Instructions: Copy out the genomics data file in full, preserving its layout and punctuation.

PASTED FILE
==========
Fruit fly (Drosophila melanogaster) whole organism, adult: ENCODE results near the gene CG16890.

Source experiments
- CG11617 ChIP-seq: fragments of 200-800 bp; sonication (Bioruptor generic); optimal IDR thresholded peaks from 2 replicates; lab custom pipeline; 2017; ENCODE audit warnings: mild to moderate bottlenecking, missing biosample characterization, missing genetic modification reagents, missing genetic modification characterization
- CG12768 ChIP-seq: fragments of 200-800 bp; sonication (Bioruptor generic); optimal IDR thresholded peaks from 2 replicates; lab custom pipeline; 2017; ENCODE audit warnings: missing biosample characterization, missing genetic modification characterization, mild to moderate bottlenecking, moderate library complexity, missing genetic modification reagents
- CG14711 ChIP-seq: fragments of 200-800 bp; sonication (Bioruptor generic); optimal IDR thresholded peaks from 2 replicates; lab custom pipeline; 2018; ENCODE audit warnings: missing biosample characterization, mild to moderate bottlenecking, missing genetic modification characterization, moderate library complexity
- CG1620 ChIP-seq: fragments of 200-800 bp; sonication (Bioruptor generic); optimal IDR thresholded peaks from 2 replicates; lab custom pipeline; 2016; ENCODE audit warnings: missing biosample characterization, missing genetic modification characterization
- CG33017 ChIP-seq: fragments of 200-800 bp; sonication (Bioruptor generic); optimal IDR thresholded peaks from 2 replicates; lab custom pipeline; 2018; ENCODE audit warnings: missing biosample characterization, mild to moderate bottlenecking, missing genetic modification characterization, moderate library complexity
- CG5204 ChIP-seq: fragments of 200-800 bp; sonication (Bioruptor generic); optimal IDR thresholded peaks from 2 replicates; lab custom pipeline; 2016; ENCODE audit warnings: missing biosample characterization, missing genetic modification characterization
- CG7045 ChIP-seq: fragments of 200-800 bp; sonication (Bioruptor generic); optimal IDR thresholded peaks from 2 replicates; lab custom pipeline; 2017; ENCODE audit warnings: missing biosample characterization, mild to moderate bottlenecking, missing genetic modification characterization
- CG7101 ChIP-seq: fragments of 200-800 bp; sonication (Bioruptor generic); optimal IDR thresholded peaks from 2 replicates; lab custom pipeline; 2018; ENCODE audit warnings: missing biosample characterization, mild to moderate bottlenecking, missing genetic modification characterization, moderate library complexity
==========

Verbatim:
Fruit fly (Drosophila melanogaster) whole organism, adult: ENCODE results near the gene CG16890.

Source experiments
- CG11617 ChIP-seq: fragments of 200-800 bp; sonication (Bioruptor generic); optimal IDR thresholded peaks from 2 replicates; lab custom pipeline; 2017; ENCODE audit warnings: mild to moderate bottlenecking, missing biosample characterization, missing genetic modification reagents, missing genetic modification characterization
- CG12768 ChIP-seq: fragments of 200-800 bp; sonication (Bioruptor generic); optimal IDR thresholded peaks from 2 replicates; lab custom pipeline; 2017; ENCODE audit warnings: missing biosample characterization, missing genetic modification characterization, mild to moderate bottlenecking, moderate library complexity, missing genetic modification reagents
- CG14711 ChIP-seq: fragments of 200-800 bp; sonication (Bioruptor generic); optimal IDR thresholded peaks from 2 replicates; lab custom pipeline; 2018; ENCODE audit warnings: missing biosample characterization, mild to moderate bottlenecking, missing genetic modification characterization, moderate library complexity
- CG1620 ChIP-seq: fragments of 200-800 bp; sonication (Bioruptor generic); optimal IDR thresholded peaks from 2 replicates; lab custom pipeline; 2016; ENCODE audit warnings: missing biosample characterization, missing genetic modification characterization
- CG33017 ChIP-seq: fragments of 200-800 bp; sonication (Bioruptor generic); optimal IDR thresholded peaks from 2 replicates; lab custom pipeline; 2018; ENCODE audit warnings: missing biosample characterization, mild to moderate bottlenecking, missing genetic modification characterization, moderate library complexity
- CG5204 ChIP-seq: fragments of 200-800 bp; sonication (Bioruptor generic); optimal IDR thresholded peaks from 2 replicates; lab custom pipeline; 2016; ENCODE audit warnings: missing biosample characterization, missing genetic modification characterization
- CG7045 ChIP-seq: fragments of 200-800 bp; sonication (Bioruptor generic); optimal IDR thresholded peaks from 2 replicates; lab custom pipeline; 2017; ENCODE audit warnings: missing biosample characterization, mild to moderate bottlenecking, missing genetic modification characterization
- CG7101 ChIP-seq: fragments of 200-800 bp; sonication (Bioruptor generic); optimal IDR thresholded peaks from 2 replicates; lab custom pipeline; 2018; ENCODE audit warnings: missing biosample characterization, mild to moderate bottlenecking, missing genetic modification characterization, moderate library complexity